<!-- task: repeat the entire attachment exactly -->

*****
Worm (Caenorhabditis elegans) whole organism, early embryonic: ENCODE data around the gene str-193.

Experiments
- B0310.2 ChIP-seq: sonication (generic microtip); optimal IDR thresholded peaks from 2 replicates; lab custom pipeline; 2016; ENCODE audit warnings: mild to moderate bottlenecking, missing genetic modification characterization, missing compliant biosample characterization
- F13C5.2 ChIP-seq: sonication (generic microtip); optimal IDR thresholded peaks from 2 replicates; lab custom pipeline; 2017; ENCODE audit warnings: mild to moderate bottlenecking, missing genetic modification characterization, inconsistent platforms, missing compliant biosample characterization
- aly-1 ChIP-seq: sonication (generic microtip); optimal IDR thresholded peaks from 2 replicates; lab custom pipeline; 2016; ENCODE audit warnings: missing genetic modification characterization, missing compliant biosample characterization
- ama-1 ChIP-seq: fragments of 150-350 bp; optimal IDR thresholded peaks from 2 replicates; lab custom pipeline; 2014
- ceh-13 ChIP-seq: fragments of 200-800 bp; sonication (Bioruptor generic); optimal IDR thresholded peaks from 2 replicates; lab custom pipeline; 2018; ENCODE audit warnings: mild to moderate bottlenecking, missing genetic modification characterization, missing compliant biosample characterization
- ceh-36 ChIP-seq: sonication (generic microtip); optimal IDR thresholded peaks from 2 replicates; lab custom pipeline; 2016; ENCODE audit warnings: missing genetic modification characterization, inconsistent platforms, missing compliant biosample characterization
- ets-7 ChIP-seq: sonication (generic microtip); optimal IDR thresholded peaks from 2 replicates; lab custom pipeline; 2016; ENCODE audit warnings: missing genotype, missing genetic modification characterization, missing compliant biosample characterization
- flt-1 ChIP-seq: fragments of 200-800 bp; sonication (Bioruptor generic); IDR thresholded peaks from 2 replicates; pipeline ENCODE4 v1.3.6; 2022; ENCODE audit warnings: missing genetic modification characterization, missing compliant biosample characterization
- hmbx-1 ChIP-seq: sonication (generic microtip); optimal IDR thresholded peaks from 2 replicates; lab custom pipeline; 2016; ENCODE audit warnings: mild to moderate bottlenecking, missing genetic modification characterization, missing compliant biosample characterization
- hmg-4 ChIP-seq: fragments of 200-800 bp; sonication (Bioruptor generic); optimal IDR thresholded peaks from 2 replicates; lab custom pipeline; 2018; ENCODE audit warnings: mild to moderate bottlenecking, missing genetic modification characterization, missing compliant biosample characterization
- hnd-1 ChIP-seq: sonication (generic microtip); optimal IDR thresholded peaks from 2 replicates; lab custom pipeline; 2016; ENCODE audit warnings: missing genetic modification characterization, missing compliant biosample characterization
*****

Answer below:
Worm (Caenorhabditis elegans) whole organism, early embryonic: ENCODE data around the gene str-193.

Experiments
- B0310.2 ChIP-seq: sonication (generic microtip); optimal IDR thresholded peaks from 2 replicates; lab custom pipeline; 2016; ENCODE audit warnings: mild to moderate bottlenecking, missing genetic modification characterization, missing compliant biosample characterization
- F13C5.2 ChIP-seq: sonication (generic microtip); optimal IDR thresholded peaks from 2 replicates; lab custom pipeline; 2017; ENCODE audit warnings: mild to moderate bottlenecking, missing genetic modification characterization, inconsistent platforms, missing compliant biosample characterization
- aly-1 ChIP-seq: sonication (generic microtip); optimal IDR thresholded peaks from 2 replicates; lab custom pipeline; 2016; ENCODE audit warnings: missing genetic modification characterization, missing compliant biosample characterization
- ama-1 ChIP-seq: fragments of 150-350 bp; optimal IDR thresholded peaks from 2 replicates; lab custom pipeline; 2014
- ceh-13 ChIP-seq: fragments of 200-800 bp; sonication (Bioruptor generic); optimal IDR thresholded peaks from 2 replicates; lab custom pipeline; 2018; ENCODE audit warnings: mild to moderate bottlenecking, missing genetic modification characterization, missing compliant biosample characterization
- ceh-36 ChIP-seq: sonication (generic microtip); optimal IDR thresholded peaks from 2 replicates; lab custom pipeline; 2016; ENCODE audit warnings: missing genetic modification characterization, inconsistent platforms, missing compliant biosample characterization
- ets-7 ChIP-seq: sonication (generic microtip); optimal IDR thresholded peaks from 2 replicates; lab custom pipeline; 2016; ENCODE audit warnings: missing genotype, missing genetic modification characterization, missing compliant biosample characterization
- flt-1 ChIP-seq: fragments of 200-800 bp; sonication (Bioruptor generic); IDR thresholded peaks from 2 replicates; pipeline ENCODE4 v1.3.6; 2022; ENCODE audit warnings: missing genetic modification characterization, missing compliant biosample characterization
- hmbx-1 ChIP-seq: sonication (generic microtip); optimal IDR thresholded peaks from 2 replicates; lab custom pipeline; 2016; ENCODE audit warnings: mild to moderate bottlenecking, missing genetic modification characterization, missing compliant biosample characterization
- hmg-4 ChIP-seq: fragments of 200-800 bp; sonication (Bioruptor generic); optimal IDR thresholded peaks from 2 replicates; lab custom pipeline; 2018; ENCODE audit warnings: mild to moderate bottlenecking, missing genetic modification characterization, missing compliant biosample characterization
- hnd-1 ChIP-seq: sonication (generic microtip); optimal IDR thresholded peaks from 2 replicates; lab custom pipeline; 2016; ENCODE audit warnings: missing genetic modification characterization, missing compliant biosample characterization